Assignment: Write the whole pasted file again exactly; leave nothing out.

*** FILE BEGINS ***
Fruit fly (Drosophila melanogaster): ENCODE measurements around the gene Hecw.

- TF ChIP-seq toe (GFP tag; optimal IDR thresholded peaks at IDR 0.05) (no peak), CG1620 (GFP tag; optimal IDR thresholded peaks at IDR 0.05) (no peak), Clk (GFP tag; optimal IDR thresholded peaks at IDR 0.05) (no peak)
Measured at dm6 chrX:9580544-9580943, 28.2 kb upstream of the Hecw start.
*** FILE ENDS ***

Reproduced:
Fruit fly (Drosophila melanogaster): ENCODE measurements around the gene Hecw.

- TF ChIP-seq toe (GFP tag; optimal IDR thresholded peaks at IDR 0.05) (no peak), CG1620 (GFP tag; optimal IDR thresholded peaks at IDR 0.05) (no peak), Clk (GFP tag; optimal IDR thresholded peaks at IDR 0.05) (no peak)
Measured at dm6 chrX:9580544-9580943, 28.2 kb upstream of the Hecw start.